“the CIGB 258 vaccine has an 84% survival rate… 72% of critically ill patients and 90% of severe cases recovered from the virus with the vaccine treatment”
THE race to discover the ultimate elixir against the rampaging coronavirus disease 2019 (Covid-19) pandemic is in full swing. In fact, almost all countries have their own potential cure, some have scientific basis and some are anecdotal and based on tradition and folk knowledge.
The Philippine is not exempted. Upon the prodding of President Rodrigo Duterte who promised hefty incentives for scientists and inventors who can find a vaccine, the Department of Science and Technology (DOST) has approved the trial of some potential medicines including virgin coconut oil and the backyard herb “tawa-tawa,” which is believed to help cure dengue fever.
The governor of Cebu province even recommended the use of “tuob” (steam treatment) to get rid of the virus from the lungs of patients. However, the Department of Health was quick to make an advisory that said practice had no basis to cure Covid-19.
But the effort to find a cure did not end there. The Philippines joined other countries in the World Health Organization’s solidarity trials for various off-label drugs (commercially-available medicines whose main purpose is not intended to cure Covid-19). Among the drugs under scrutiny are remdesivir; anti-HIV drugs lopinavir and ritonavir, and anti-malaria drug chloroquine.
On July 1, the Philippine Food and Drug Administration (FDA) said they had approved and issued “compassionate permits” for the use of investigational drug remdesivir to 19 gravely-ill Covid-19 patients. FDA claims that based on their initial study and those in other countries, the medicine cuts the hospitalization time of the patient from 15 days to 11 days or about 30% reduction.
Remdesivir is an antiviral drug originally meant to treat Ebola virus, but has shown to have treating effects on the coronavirus disease. This is the reason why countries like Japan and South Korea have approved it as Covid-19 treatment. In fact, the US which is hard hit by the pandemic has reportedly bought stockpiles of remdesivir for its constituents.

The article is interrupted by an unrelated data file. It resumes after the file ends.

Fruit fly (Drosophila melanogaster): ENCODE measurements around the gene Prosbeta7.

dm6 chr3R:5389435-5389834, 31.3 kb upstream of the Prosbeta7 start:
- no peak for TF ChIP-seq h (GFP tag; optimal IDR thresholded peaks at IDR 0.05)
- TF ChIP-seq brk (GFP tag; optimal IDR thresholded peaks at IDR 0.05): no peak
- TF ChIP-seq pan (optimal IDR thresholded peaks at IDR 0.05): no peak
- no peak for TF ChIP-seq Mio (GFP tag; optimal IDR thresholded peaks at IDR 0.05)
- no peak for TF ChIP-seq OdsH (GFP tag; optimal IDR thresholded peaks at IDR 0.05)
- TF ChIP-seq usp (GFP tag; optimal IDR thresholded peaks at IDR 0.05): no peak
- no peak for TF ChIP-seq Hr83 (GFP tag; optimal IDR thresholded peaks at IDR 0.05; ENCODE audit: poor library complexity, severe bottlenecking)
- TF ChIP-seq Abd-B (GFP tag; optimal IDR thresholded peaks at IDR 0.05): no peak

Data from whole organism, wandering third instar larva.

The said drug is yet to get a Certificate of Product Registration with the FDA to be commercially available in the market in the Philippines. According to reports, each dose of remdesivir costs nearly Php 20,000. A severe Covid-19 patient needs about six doses to get well.
Another drug that has big potential is the dexamethasone, which is an anti-inflammatory drug but is not part of the Philippine’s solidarity trial. Based on some studies, Covid-19 patients suffer from massive internal organ inflammation that may trigger heart attack and other complications. Meanwhile, last month, the country accepted an offer from China for its own trial of certain potential drugs against the virus.
And now here’s then CIGB 258 vaccine, a potential Covid-19 cure from Cuba. According to Verena Muzio, chief of the Genetic Engineering and Biotechnology Center (CIGB) during the Mesa Redonda television program on Wednesday, July 1, the CIGB 258 vaccine has an 84% survival rate. She also said 72% of critically ill patients and 90% of severe cases recovered from the virus with the vaccine treatment. Cuba used the said vaccine to treat 58 patients, including those with severe and critical conditions from Covid-19 with promising results.
Cuba has 2,107 confirmed Covid-19 positive cases and 83 deaths, while recoveries neared 2,000 mark according to the data compiled by US-based John Hopkins University on the pandemic.
On the other hand, some 2,000 Brazilian Covid-19 patients will participate in the testing phase of another vaccine developed by Oxford University, becoming “the first country where the vaccine was tried out of England,” according to published reports Wednesday.
Brazil’s death toll reached an astounding 32,500 mark with 584,000 confirmed cases—the second highest count globally after the US.
Can this be a telltale sign that we are winning the war against this unseen enemy?